In his new book, the Microsoft co-founder writes that Gates was a brilliant but arrogant workaholic who schemed to reduce Allen's stake in the company they started together and complained that his cancer-stricken partner had become less productive.
A bone of contention between Microsoft co-founders Paul Allen and Bill Gates has apparently been nagging at Allen for the last 34 years.
In “Idea Man,” a book coming out April 19, Allen complains that Microsoft Chairman Bill Gates whittled down Allen’s ownership stake even though he had contributed just as much to the creation of the world’s most successful software company.
In an excerpt of the book published by Vanity Fair on Wednesday, Allen retells his partnership with Gates from the day they met at Seattle’s Lakeside School in 1968, the manic coding and arguing that followed, until the day he resigned from Microsoft in 1983 after being diagnosed with Hodgkin’s disease.
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In the climax of the excerpt, Allen caught Gates and now Microsoft Chief Executive Steve Ballmer complaining about Allen’s lack of productivity after he was diagnosed with cancer, and plotting how to reduce his stake in the company.
“I helped start the company and was still an active member of management, though limited by my illness, and now my partner and my colleague were scheming to rip me off,” Allen wrote, according to Vanity Fair.
Gates released a statement saying, “While my recollection of many of these events may differ from Paul’s, I value his friendship and the important contributions he made to the world of technology and at Microsoft.”
Microsoft declined to comment on the excerpt. Paul Allen’s spokesman David Postman said, “When people read the book, they’ll see that there’s a very balanced portrayal of that partnership and that relationship.”
Postman added that the book is not all about Microsoft.
The Odd Couple
Throughout the Vanity Fair piece, Allen paints Gates as a wolf of a negotiator, tireless automaton of a programmer and passionate but arrogant leader. Allen describes himself as logical and rational. The magazine dubs them The Odd Couple.
Allen is now a billionaire with a net worth of $13 billion, owner of two professional sports teams — the Seattle Seahawks and the Portland Trail Blazers — and the Vulcan development company remaking Seattle’s South Lake Union neighborhood. (Allen says in Vanity Fair he didn’t have $50 to pay for a hotel room for a business meeting in 1975, though.)
Gates is now worth $56 billion, according to Forbes magazine, and trying to eradicate malaria, among other global health projects, at the Bill & Melinda Gates Foundation.
Allen wrote that Gates, at age 13, showed him a copy of Fortune magazine and asked, “What do you think it’s like to run a Fortune 500 company? … Maybe we’ll have our own company someday.”
“He was really smart. He was really competitive; he wanted to show you how smart he was. And he was really, really persistent,” Allen wrote of his first impression of Gates.
Allen, on the other hand, was content at just being decent at math in college. “I was OK with being a generalist.”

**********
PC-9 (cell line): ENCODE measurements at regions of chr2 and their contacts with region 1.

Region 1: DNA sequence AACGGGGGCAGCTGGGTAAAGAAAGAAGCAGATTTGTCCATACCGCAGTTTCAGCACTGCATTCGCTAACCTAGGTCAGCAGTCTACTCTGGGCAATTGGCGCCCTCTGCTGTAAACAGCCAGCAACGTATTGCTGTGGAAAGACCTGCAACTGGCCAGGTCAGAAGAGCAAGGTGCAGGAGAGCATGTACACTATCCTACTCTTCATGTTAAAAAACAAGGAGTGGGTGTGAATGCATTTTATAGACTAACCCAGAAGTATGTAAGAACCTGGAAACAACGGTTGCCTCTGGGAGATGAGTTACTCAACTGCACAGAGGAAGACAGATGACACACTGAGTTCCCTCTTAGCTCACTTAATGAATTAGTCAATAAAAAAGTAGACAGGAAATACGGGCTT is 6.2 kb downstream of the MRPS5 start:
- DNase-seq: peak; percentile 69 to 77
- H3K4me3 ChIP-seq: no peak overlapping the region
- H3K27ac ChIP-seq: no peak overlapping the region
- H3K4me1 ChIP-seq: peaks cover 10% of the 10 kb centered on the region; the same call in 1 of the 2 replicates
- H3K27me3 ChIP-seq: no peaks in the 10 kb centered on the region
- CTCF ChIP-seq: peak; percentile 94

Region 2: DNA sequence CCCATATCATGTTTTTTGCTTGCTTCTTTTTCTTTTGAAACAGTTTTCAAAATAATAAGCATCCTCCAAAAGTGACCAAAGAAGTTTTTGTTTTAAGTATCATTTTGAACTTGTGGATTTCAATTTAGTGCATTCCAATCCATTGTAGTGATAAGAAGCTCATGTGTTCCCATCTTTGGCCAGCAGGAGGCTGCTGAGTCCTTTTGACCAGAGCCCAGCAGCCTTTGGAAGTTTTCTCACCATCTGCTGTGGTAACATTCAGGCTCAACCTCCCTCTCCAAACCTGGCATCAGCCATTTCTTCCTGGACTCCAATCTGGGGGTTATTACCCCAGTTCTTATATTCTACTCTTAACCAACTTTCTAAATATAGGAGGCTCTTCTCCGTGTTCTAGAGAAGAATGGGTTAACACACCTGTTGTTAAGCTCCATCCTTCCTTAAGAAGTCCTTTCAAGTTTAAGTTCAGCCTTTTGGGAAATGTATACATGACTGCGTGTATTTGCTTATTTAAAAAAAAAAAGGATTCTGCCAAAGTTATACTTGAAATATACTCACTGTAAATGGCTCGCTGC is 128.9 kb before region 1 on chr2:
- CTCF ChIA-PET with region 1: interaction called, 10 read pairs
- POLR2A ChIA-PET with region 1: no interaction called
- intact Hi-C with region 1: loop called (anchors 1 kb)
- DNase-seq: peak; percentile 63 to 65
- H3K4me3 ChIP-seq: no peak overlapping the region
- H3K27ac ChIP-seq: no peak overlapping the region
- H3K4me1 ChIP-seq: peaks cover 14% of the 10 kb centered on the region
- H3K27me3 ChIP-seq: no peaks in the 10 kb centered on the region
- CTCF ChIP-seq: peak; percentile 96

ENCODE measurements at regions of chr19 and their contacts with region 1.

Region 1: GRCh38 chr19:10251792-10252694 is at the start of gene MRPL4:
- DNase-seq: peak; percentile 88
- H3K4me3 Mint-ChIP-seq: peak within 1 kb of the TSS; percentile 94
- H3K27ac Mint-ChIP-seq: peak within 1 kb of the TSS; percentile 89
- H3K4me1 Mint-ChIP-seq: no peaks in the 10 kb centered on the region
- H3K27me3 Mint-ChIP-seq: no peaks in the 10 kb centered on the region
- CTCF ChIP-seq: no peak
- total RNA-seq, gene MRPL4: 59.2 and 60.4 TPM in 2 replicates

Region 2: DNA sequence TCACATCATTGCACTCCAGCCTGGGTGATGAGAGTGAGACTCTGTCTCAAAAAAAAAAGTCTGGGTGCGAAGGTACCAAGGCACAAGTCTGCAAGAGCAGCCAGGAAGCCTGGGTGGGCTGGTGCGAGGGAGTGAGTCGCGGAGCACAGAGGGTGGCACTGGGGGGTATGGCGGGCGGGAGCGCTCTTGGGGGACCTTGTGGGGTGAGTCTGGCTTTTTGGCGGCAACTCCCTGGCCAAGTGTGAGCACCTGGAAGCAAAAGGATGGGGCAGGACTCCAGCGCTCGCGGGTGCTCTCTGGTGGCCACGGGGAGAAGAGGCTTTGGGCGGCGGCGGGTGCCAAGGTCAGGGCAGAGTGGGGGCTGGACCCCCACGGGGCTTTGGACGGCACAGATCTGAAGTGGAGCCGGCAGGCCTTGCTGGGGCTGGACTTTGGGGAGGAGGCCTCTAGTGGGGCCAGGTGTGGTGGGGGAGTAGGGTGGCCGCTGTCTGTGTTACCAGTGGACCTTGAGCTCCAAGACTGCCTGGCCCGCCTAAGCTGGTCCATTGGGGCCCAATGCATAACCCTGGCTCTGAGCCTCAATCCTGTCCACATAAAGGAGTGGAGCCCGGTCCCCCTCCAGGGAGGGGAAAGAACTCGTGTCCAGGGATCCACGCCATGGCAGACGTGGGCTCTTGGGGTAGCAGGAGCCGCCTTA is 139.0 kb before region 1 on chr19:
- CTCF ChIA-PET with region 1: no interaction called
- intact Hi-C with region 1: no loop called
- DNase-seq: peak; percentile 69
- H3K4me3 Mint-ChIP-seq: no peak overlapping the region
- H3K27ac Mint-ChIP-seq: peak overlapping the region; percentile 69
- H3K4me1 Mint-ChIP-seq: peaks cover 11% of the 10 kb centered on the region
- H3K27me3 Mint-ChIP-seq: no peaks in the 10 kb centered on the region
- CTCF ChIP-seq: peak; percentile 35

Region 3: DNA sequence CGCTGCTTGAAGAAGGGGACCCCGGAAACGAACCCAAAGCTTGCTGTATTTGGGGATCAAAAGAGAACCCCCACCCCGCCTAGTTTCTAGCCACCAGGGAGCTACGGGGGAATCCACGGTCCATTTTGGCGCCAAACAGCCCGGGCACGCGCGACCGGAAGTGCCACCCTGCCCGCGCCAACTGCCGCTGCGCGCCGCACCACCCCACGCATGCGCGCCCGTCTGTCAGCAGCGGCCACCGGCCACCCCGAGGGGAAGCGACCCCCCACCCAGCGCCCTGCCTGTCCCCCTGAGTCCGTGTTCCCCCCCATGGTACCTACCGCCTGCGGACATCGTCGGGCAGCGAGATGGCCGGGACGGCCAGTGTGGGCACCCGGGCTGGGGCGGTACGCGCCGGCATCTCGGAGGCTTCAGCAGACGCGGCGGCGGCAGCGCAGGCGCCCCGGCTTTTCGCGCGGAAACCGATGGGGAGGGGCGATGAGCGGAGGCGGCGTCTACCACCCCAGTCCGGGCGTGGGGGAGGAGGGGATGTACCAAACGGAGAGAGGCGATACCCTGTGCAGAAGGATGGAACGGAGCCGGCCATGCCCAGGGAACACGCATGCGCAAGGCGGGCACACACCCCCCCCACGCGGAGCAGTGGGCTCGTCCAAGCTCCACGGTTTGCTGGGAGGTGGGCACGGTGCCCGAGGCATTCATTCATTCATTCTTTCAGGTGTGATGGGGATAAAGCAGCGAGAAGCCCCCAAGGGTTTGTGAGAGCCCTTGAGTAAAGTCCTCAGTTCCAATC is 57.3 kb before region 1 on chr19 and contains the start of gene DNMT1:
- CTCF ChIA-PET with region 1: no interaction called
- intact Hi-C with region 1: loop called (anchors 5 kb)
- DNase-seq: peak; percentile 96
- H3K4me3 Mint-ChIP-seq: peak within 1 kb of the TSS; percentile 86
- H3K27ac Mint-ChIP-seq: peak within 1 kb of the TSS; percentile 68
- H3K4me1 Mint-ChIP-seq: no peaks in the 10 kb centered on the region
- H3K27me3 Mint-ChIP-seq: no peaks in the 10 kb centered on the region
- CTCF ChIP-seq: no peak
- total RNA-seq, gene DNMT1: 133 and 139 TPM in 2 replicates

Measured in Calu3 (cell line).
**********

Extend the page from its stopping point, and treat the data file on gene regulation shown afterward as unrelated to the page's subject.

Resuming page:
Gates paid no attention to social convention, he wrote. When Allen, his girlfriend and Gates had dinner in college, Gates ate his chicken with a spoon. He also advised Allen’s girlfriend to buy all her clothes in the same style and colors so she wouldn’t have to spend time picking out outfits that matched.
Allen retells the night-and-day project when Allen and Gates wrote BASIC for the Altair microcomputer while Gates was still at Harvard. Landing the contract with Altair meant they had to establish a partnership.
Allen says he came up with the name of the company “Micro-Soft.” He assumed the partnership would be 50-50. Gates first suggested 60-40, then pushed it to 64-36. Allen said he could not figure out the logic behind it, but agreed to it.
As the company grew, Allen said Gates thrived on conflict and fiery debate while Allen wanted to “solve the problem logically and move on.” Gates seemed to never need recharging, and couldn’t understand why an employee who had worked 81 hours in four days wanted to take a day off, Allen wrote.
“Our great string of successes had married my vision to his unmatched aptitude for business,” Allen wrote.
Cancer before 30
When he was diagnosed with Hodgkin’s disease before he turned 30, Allen said, it began as an itch behind his knees. “This was an agony that had me clawing at myself.” He underwent several weeks of radiation treatment.
A few months later, he heard Gates and Ballmer “bemoaning my recent lack of production and discussing how they might dilute my Microsoft equity.” He burst in on them, he wrote, and shouted, “This is unbelievable! It shows your true character, once and for all.”
That night Ballmer came to his house and apologized, Allen wrote. A few days later, Allen wrote that he received a six-page, handwritten letter from Gates with an apology.
Life at Microsoft was stressful for Allen. “If I continued to recover, I now understood that life was too short to spend it unhappily,” he wrote.
Gates offered to buy Allen’s stock at $5 per share, Allen recalled. By then, it appears Allen had picked up some negotiating skills. He turned it down.
Sharon Pian Chan: 206-464-2958 or firstname.lastname@example.org